Sri Lanka’s lesson to Cicero

James Carville, a well-known U.S. political pundit, commenting on the contemporary relevance of a letter written in first century B.C. on "how to run a good campaign," says in a Foreign Policy article, "[l]ittle did I realize that pretty much everything I’ve said was old news 2,000 years ago, covered expertly in Quintus Tullius Cicero’s strategy memo for the campaign of his brother, Marcus, for consul in Rome in 64 bc." While the note applies more to, and highlights the hypocrisy inherent to, the political campaigns running up to the elections in the much celebrated western liberal democracies, campaigns in west-propped up, family-run, majoritarian, illiberal democracies such as the one in Sri Lanka, can add a chapter on the use of threat and violence to win elections to Cicero’s handbook. Tamil National Alliance’s campaign, in contrast, can be said to steal leaves out of Cicero.

pdf: Cicero: Commentariolum Petitionis (Little Handbook on Electioneering)

Marcus Tillius Cicero The words "Threat" or "Violence" do not appear in Marcus’ memo. The only threat Marcus advocates to his brother is the threat of taking the opponents to court for illegal actions such as bribery.

Marcus says, "It may well be that your opponents will try to use bribery to win your supporters from you, for this can often work. But let them know you will be watching their actions most carefully and you will haul them into court. They will be afraid of your attention and oratory, as well as the influence you have with the business community. You don’t have to actually bring your opponents to trial on corruption charges, just let them know you are willing to do so. Fear works even better than actual litigation."

Threats used by the Rajapakse family to swing voters in Eastern elections are of a different kind.

"The Sri Lanka Ministers escorted by UPFA gangs have been threatening the village level officers called GS officers to get signatures from Tamil voters that they would vote for the ruling party," early reports said.

"More than one thousand men sent under the instruction of SL Presidential sibling and Economic Development Minister Basil Rajapakse have been engaged in intimidating Tamils and Muslims in the three districts of the eastern province namely Ampaarai, Batticaloa and Trincomalee that they would face serious consequences if they fail to vote for the ruling United Peoples Freedom Party," another report said.

Tamil National Alliance (TNA) party leader Sampanthan wrote to Sri Lanka’s President complaining that [Colombo sponsored] ""Blue Brigade” have asked for the polling cards of voters, inspected the same, and warned them that they could face unpleasant consequences if they did not support the ruling party," according to Tamil media reports.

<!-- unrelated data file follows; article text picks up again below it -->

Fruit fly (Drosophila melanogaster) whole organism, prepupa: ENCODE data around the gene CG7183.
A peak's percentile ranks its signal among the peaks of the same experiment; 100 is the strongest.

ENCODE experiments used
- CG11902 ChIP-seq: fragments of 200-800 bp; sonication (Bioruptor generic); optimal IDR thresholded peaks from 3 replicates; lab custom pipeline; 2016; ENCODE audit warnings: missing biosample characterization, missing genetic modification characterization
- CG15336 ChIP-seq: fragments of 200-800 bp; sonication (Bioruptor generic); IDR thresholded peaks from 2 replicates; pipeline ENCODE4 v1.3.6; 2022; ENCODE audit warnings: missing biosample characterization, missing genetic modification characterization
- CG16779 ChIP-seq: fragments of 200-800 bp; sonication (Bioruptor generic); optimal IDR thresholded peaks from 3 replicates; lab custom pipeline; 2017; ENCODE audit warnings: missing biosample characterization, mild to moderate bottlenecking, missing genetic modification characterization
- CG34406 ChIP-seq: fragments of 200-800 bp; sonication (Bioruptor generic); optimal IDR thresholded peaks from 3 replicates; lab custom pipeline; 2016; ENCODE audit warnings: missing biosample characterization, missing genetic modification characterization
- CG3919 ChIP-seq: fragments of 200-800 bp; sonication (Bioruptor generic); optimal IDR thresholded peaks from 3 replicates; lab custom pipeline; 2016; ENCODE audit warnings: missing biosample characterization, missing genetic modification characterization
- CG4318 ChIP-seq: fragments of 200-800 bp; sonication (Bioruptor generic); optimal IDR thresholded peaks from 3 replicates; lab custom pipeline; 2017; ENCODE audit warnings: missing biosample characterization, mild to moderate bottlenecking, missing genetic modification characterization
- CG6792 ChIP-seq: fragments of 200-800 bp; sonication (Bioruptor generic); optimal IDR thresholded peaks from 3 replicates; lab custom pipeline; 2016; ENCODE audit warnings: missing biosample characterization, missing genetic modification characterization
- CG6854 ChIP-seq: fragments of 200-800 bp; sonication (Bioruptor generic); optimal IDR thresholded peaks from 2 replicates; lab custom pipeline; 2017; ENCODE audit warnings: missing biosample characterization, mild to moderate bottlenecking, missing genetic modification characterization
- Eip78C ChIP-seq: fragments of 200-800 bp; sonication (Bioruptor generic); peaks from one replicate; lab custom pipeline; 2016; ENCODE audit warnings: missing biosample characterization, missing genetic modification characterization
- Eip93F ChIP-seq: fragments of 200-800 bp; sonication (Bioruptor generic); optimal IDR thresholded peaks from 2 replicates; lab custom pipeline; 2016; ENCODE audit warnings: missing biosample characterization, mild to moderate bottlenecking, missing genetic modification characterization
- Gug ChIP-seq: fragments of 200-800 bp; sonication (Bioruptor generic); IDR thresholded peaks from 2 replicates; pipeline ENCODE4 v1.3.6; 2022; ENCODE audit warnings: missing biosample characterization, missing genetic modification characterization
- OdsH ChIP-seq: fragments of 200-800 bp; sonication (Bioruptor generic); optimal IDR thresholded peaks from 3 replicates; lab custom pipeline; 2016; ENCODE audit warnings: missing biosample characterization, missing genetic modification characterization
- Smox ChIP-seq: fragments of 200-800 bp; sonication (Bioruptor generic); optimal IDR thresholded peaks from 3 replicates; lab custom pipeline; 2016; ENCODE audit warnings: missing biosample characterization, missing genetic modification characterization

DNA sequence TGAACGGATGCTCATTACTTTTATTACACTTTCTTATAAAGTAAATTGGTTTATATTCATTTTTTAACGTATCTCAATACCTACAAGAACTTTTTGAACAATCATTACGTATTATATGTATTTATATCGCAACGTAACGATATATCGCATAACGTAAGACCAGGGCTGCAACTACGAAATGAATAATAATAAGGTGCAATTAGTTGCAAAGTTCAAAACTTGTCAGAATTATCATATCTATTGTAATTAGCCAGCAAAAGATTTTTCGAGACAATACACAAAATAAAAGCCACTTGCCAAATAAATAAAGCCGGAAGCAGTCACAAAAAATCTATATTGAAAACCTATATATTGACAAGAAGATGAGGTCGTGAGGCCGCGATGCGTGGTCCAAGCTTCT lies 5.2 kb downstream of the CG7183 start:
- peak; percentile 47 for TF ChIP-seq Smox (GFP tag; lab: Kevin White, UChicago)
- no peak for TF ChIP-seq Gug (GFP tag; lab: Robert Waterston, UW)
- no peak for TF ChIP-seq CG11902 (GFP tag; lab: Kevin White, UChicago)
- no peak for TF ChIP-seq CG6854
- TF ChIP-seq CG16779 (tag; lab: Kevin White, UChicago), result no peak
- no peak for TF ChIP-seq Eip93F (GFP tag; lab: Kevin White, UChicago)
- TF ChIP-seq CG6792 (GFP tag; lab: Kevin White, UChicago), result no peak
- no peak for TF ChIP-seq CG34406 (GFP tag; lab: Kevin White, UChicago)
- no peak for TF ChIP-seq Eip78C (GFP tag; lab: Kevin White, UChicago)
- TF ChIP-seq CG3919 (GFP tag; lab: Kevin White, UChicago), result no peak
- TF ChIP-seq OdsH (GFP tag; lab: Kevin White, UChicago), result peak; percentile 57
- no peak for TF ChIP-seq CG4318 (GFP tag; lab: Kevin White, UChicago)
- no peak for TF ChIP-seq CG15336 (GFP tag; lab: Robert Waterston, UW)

Voter-targetted violence by families holding power, intimidation with impunity and without accountability, and the "democratic" existence of a pliant, politicized, judicial system, would not have entered into the electioneering calculus of a first century BC intellectual, Tamil political observers noted.

On the other hand, deliberately inconsistent views and visions related to Tamils right to self-determination and sovereignty articulated by the leadership of the Tamil National Alliance (TNA), appearing to be in consonant with the advice of Cicero, have brought the TNA into conflict with the views of prominent civil society groups in the North.

"The most important part of your campaign is to bring hope to people and a feeling of goodwill toward you. On the other hand, you should not make specific pledges either to the Senate or the people. Stick to vague generalities… Assure the common people that you have always been on their side, both in your speeches and in your defense of their interests in court," says Cicero.

TNA leadership has also been accused of falling prey to the agenda of New Delhi and Washington to try to ‘rediscover’ unity of genocidal Sri Lanka through Colombo-centric ‘cosmopolitanism.’ While not raising issues related to popular Tamil aspirations during meetings with diplomats, TNA artfully uses popular Tamil nationalist rhetoric to win the confidence of the voters, Tamil political observers said.

"Promise anything," Cicero says, breaking the promise later will anger only a selected few, Cicero adds.

"Remember [the politician] Cotta, that master of campaigning, who said that he would promise everything to anyone, unless some clear obligation prevented him, but only lived up to those promises that benefited him. He seldom refused anyone, for he said that often a person he made a promise to would end up not needing him or that he himself would have more time available than he thought he would to help. . . . If you break a promise, the outcome is uncertain and the number of people affected is small. But if you refuse to make a promise, the result is certain and produces immediate anger in a larger number of voters. Most of those who ask for your help will never actually need it. Thus it is better to have a few people in the Forum disappointed when you let them down than have a mob outside your home when you refuse to promise them what they want," Cicero admonishes his brother.

Jaffna civil society activist Guruparan noted that "Sampanthan speaking in Batticaloa recently had dropped the word Federal for the first time. Instead, he talked about a non-descriptive, non-unitary solution as the ultimate goal and 13-plus as a starting point. His differentiation between them is not clear. If the 13-plus is different from non-unitary, then the question comes whether the TNA has accepted to work within Colombo’s unitary constitution as the starting point. If the 13-plus is beyond unitary, then whether it is also the ultimate non-unitary goal, asked Guruparan.

Sampanthan is simply following Cicero, "sticking to vague generalities," a Tamil political activist noted.

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